I suggested that he and Trevor Rogers at De Garde swap breweries for a day, preparing their wort the way they normally do, but fermenting in the opposite location. Would a wort prepared by Trevor in Corvallis taste like a De Garde beer, a Block 15 beer, or something else? A Block 15 wort inoculated in Tillamook? How much is the ingredients, the mash, or the wild yeast and bacteria? It would be a fascinating experiment—and perhaps one day they’ll run it.

In the meantime, watch Block 15’s website for announcements of the Turbulent Consequence line. Block 15 will release a blend of 18-month-old barrels conditioned with cranberries called The Bog on December 3rd.  They are an example of a growing number of spontaneous American ales, and they’re some of the best.

Photo of Block 15's "Respect" sign: The New School

Monday, November 21, 2016

The Changing Market

I will be posting spottily this week--and you will probably be reading in the same mode. However, a Facebook post by Stephen Beaumont has been perking in my brain for the past few days:
US Beer numbers: In 2015, AB InBev & MillerCoors together lost over 4.34 million barrels of volume, equal to about 18% of craft beer market. If trend continues, and the US beer market overall remains stagnant, that makes room for 4 new Sierra Nevadas every year.
And will the trend continue? Yes, unless it accelerates.  Let us consider the trends:
Mass Market Lager: shrinking substantially
Imports: growing
Craft segment: slowing growth
Beer overall: shrinking marginally
All of this makes for an interesting and dynamic marketplace, which is the cause of both interest and (for some) anxiety.

Thursday, November 17, 2016

Beer Sherpa Recommends: Bayern Doppelbock

Imagine you were looking out over the 4pm darkening sky as the wind rattled bare tree branches together like dry bones. The cold seeps through the window, creating a pocket of chill around you that won't dissipate until May. What you want is something hearty, smooth, and comforting. There are many ways to chase the damp and dark from your spirits, but none surpasses a mug of doppelbock for pure warming potential.

Now, suppose further that you wanted the kind of doppelbock they drink in Bavaria, in cozy, low-ceilinged pubs. You could pick up an import, but I would like to direct your hand instead to that six-pack of Bayern. Not only is it the best domestic doppelbock I've ever tasted, it may be the best Bavarian one, too.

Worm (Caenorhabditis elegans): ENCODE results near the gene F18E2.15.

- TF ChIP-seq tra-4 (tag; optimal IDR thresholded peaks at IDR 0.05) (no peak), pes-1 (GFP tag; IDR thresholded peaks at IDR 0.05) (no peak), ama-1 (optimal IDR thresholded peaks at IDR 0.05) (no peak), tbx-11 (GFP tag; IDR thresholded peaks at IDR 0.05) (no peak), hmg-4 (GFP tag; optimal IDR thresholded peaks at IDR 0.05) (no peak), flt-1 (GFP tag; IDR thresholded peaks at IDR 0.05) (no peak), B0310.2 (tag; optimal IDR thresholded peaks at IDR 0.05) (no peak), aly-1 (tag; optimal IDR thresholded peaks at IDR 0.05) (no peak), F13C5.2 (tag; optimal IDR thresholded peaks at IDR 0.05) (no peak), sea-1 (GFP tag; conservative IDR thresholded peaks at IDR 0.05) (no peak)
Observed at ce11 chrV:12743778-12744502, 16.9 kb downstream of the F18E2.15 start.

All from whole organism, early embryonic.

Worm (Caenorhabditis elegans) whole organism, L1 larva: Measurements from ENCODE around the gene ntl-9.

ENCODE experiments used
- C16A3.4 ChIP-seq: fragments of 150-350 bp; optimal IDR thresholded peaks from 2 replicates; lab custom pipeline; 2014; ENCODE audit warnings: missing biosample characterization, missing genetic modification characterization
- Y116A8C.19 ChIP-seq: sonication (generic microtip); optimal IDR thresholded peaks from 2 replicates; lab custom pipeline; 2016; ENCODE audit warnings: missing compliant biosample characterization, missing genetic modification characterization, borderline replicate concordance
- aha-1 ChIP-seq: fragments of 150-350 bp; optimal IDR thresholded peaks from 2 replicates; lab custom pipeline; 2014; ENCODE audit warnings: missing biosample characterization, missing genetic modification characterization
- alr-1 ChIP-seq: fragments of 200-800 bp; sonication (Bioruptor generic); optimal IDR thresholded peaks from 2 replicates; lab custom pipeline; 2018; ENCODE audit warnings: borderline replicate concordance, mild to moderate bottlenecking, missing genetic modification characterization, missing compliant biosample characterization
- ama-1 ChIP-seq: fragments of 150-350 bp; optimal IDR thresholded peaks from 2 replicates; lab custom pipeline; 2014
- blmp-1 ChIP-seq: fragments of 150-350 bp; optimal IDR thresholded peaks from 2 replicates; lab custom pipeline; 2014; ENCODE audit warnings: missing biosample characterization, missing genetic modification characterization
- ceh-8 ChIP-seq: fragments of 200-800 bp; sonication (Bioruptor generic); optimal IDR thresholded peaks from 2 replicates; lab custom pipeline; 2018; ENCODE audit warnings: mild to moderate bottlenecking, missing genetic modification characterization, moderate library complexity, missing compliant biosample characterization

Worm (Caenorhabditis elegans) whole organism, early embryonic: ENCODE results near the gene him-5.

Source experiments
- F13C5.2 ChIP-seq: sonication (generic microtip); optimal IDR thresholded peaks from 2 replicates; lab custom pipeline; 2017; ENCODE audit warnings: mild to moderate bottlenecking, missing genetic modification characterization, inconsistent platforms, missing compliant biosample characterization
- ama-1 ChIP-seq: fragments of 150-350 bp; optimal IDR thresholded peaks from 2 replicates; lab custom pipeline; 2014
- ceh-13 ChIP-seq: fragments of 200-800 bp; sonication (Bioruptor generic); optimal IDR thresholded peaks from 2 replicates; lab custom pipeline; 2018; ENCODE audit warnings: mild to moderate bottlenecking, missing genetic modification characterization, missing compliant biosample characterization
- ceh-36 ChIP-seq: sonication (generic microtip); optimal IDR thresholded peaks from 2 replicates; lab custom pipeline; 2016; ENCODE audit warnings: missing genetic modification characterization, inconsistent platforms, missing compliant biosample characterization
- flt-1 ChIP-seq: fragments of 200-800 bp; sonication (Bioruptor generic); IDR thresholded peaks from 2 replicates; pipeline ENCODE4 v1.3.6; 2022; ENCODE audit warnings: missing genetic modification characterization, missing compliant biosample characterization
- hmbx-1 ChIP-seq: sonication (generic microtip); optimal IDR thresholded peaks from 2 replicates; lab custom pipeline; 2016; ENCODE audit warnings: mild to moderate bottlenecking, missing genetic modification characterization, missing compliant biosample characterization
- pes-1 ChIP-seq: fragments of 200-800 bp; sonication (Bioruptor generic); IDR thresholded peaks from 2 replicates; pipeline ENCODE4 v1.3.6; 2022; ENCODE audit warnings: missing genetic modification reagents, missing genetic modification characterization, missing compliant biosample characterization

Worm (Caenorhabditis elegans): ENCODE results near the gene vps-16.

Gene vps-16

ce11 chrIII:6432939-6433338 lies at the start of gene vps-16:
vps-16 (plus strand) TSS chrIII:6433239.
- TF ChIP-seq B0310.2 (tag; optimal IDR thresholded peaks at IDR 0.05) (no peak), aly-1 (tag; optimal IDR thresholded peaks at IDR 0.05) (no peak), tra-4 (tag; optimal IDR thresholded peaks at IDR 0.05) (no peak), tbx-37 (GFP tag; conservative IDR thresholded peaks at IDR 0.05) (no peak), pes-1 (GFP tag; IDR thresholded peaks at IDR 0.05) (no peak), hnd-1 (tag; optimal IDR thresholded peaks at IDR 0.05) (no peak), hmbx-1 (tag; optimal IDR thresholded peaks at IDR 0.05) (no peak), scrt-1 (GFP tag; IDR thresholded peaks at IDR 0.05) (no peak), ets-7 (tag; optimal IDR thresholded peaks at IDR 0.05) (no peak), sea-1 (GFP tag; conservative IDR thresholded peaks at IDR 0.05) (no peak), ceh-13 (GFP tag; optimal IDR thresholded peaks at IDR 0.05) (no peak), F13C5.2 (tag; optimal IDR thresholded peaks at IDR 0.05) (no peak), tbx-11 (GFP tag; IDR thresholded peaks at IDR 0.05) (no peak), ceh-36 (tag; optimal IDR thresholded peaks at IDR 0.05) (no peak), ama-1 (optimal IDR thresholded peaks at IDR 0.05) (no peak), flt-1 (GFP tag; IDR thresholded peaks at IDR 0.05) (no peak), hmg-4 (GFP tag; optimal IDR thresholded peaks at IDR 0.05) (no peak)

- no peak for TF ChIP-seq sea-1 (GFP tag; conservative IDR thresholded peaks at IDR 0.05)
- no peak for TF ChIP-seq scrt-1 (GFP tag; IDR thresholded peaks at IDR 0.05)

How can this be? Jürgen Knöller. He is the expat masterbrewer at Bayern, and he's been making this doppelbock in the US for exactly 29 years. And he makes it the way he learned how to brew in Bavaria, which is to say in a way they no longer brew. This is one of my favorite quotes of all time, when Jürgen described to me this strange quirk. It is long, elliptical, and amusing, which seems to be typical for Jürgen. Therefore I'm giving you the whole thing.

“I worked for four different breweries in Germany; of those four three are no longer.  The first one was Brauerei Schiff—‘ship’—and we had a very traditional brewery. We are talking a four-vessel brewhouse with a falloff tank—whatever that is in English—it’s a fifth vessel. It had a cool ship, it was beautiful. I mean, that brewery did about a quarter-million hectoliters. And what happened was the owner died and the widow couldn’t run it and a brewery from Cologne bought it and they kind of ran it in the ground. The next brewery bought it up and I switched to that brewery and the next one bought this one up and I switched to that one.”   

“We did beers there that I have never really seen being brewed anywhere else. Decoction beers, for one thing. They did one beer there, one day I’m gonna do, they called Pils Extra. They were just terrific beers.  \The doppelbock they brewed—they left it in the tank for almost a year. Their doppelbock and their maibock, and that’s what we’re brewing here. Their doppelbock, I mean—I went to school in Munich and we had every Munich bock that was ever brewed, and even then, none of them could come close to what we had.”   

“The next brewery I worked for, it was also a very old brewery, they did a really good one, too. It was from the Roden Brauerei. At the Schiff Brauerei we had Pirator—like a pirate—so we called it Pirator Bock. Anyway, what I did, I took from those two breweries, their doppelbocks. When I was looking at the technology available that I had—basically, what kind of machines do I have and what can those things do? You cannot take a Harley and run Superbike with it. You have to run it like a Harley. So what I did was I looked at the—I still had the formulations and everything of both beers—[and looked at my equipment].”

 “Some American breweries have a hopjack. Well we had a copper tank, vertical, that had a screen bottom like a lauter tun. All we were using was flower hops—and trust me, I have baled those things, 220 pounds those things, some of them were even bigger—and that was on the fifth story. Oh, and by the way, the brewery was five stories up and five stories down into the cellars. That’s where you’re really lean and mean, running up and down stairs all the time, pushing, and lifting and shoveling all day long. So with all those flower hops, we ran the hot wort over that so the hot break would be on top of the flower hops. Then we were running from there into a [long conjunct German word I couldn't catch], next open mash where we were separating out the cold break and cooling it down in the cool ship. Well, the next brewery didn’t have that, but it had some other interesting things.”   

“So then I decided, huh, this is what I have to work with for machines, it’s a fixed parameter, how do I get it across that I come up with the same product with what I got to work with?  That’s what we did. Of all the brewers that were brewing that beer, including myself, there are only three guys that are still alive. I took some of those elements but of course I came up with my own—you look at what you have to work with and decide what you can and cannot do.”